The joint research of BusinessHungary, the Federation of Hungarian Metalworkers’ Union (VASAS) and KOPINT-TÁRKI Institute for Economic Research Ltd., which was carried out in the framework of the WorkTransitionCEE project, has been completed. The research examined the impact of the process called Industry 4.0 on the labour force of the automotive parts manufacturing and machine manufacturing sectors. The most important conclusion of the questionnaire survey and interviews with company managers and employees is that we do not have to fear massive job losses for the time being, but as technical development becomes widespread, the jobs of low-skilled people in the two sectors may be at risk. Click here to read the study in Hungarian.
Please read more about the EU-funded WorkTransitionCEE project here.
The two and a half years long project will be implemented in an international consortium, led by the Budapest Business School. IR (Integrated Reporting) is of common use in the world of large (>500 employees) national or multinational companies (See: EU Directive 2014/95, Annex 6).
The Directive does not impose the same requirement on SMEs to avoid overburdening them.
The original idea of the INTEREST project is to try to derive from this experience the more adaptable elements possible to SMEs and transform them to guidance and training materials for SMEs on IR practical issues. Instillation of integrated thinking in the entrepreneurial mind-sets is a high priority of the INTEREST project. More information at the project's website: https://www.interest-project.eu/
The overall objective of the project is to provide the training opportunity for SME family businesses that are essential for their future. This will be achieved through the development of full second year of a Masters programme focusing on issues related to SME family businesses using innovative tools and practices to enhance the learning opportunites. The programme will consist of 3 main pillars: collated extensive literature; adaption of methods and practices of large enterprises; development of offline and e-learning materials. The main knowledge of areas represented in this curriculum will cover most of the strategic fields in the daily and long-term operation of SME family businesses.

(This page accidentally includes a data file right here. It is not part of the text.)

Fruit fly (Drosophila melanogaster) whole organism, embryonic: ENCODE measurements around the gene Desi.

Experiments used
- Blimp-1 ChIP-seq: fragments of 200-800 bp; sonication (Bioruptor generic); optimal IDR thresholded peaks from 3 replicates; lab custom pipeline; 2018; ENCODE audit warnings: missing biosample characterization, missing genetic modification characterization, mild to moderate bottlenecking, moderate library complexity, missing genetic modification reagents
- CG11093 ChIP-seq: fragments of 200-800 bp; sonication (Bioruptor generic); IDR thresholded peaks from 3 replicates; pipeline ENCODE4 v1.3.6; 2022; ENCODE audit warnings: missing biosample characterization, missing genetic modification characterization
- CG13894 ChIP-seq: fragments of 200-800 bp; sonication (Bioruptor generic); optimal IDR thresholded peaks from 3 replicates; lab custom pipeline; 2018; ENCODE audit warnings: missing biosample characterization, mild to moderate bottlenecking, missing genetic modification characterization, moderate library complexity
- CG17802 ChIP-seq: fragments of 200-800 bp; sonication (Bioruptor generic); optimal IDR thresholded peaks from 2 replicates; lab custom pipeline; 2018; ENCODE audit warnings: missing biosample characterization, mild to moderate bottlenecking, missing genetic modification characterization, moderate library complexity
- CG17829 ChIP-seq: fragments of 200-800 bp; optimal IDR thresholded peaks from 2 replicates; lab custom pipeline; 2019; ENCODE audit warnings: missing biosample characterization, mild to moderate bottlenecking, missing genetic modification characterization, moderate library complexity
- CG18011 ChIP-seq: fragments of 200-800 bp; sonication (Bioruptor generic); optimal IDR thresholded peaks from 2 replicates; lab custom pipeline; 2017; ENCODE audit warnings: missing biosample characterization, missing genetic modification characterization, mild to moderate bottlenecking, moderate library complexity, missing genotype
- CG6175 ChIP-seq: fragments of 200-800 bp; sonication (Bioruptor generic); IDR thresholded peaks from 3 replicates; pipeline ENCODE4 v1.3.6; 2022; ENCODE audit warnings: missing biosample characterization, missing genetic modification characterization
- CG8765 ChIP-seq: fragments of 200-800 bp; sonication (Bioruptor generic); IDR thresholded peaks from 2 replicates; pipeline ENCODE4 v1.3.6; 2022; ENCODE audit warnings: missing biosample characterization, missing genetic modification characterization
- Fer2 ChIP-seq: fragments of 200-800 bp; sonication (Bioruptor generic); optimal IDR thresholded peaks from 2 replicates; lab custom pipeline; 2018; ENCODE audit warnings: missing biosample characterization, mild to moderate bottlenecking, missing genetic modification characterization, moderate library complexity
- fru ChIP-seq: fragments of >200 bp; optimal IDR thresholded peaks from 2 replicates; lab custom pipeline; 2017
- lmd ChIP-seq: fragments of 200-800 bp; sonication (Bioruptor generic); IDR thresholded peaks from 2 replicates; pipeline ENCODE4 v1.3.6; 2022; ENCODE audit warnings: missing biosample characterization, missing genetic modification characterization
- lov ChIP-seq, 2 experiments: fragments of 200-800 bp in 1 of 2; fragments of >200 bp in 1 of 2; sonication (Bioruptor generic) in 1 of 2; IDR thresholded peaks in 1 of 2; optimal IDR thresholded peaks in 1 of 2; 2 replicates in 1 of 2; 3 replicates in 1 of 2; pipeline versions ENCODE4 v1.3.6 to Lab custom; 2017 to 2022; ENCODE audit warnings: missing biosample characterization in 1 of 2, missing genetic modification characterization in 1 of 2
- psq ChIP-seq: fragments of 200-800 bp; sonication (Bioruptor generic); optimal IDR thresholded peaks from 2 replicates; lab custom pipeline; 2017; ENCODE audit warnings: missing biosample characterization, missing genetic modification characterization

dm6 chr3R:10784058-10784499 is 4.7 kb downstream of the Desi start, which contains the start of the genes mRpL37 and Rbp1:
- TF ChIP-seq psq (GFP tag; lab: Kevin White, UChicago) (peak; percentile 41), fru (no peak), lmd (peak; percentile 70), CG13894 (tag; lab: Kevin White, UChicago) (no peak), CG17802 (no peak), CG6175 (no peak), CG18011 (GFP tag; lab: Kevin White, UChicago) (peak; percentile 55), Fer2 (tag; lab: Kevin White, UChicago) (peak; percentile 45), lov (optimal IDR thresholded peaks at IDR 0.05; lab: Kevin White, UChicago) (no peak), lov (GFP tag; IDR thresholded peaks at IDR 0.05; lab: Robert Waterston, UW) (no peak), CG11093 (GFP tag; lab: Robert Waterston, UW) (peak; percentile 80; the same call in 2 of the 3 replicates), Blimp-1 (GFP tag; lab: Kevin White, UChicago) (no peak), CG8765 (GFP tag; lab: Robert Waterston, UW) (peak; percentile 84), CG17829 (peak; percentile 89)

Business Hungary takes part in the organization of several international projects. On the following link you can read more details about these projects.
We are glad to inform you that our project proposal "IOSHA - Improving the OSH (Occupational Safety and Health) awareness of employers and employees in CEE" get approval from the European Commission. Detailed information about the project aims, work programme, partners etc.you can read here.
Due to demographic ageing, a common and undisputabie European feature, older workers will constitute an ever-increasing proportion of our labour force in the future. The econimic growth rate in the EU is set to decline with the ageing of the population, due to the reduction in the number of working-age citizens. Increasing the employment rate of people workers between 55 and 60 years of age and dealyng their exit from the labour market are thus vital components of the Lisbon Strategy.
InnoSME intends to address SMEs operating in ICT sectors that are open to improve their innovation capacities through CIP and FP7 EU framework programs and to establish a network between them to facilitate their initiatives. The project does not reach beneficiaries directly but via organizations (business federations, chambers, development agencies, etc.). MGYOSZ and INNOVA North Great Plain Innovation Agency are involved in the activities as partners from Hungary.
What can our member companies and professional associations gain from the participation?
Free consultancy, information, partner search, services, access to web-based tool, an interactive platform. Developing innovation capacity is guaranteed by a self diagnosis system. Interest in the project can be sent to firstname.lastname@example.org by filling in the attached Participation Form or directly at http://www.innosme.eu/page.asp?n=registerstep1&lan=7.
15 May 2007: Partners’ meeting in Budapest
14 June 2007: Partners’ meeting in Brussels
18 September 2007: National Workshop in Debrecen
20 September 2007: National Workshop in Budapest
20 September 2007
Two workshops are scheduled for this year in Hungary. The first one in Debrecen on 18 September organized by INNOVA and the second at MGYOSZ Head Office in Budapest on 20 September. MGYOSZ cooperating partners: Joint Venture Association, the Hungarian Association for Innovation (MISZ) and the Hungarian Association of IT Companies (IVSZ).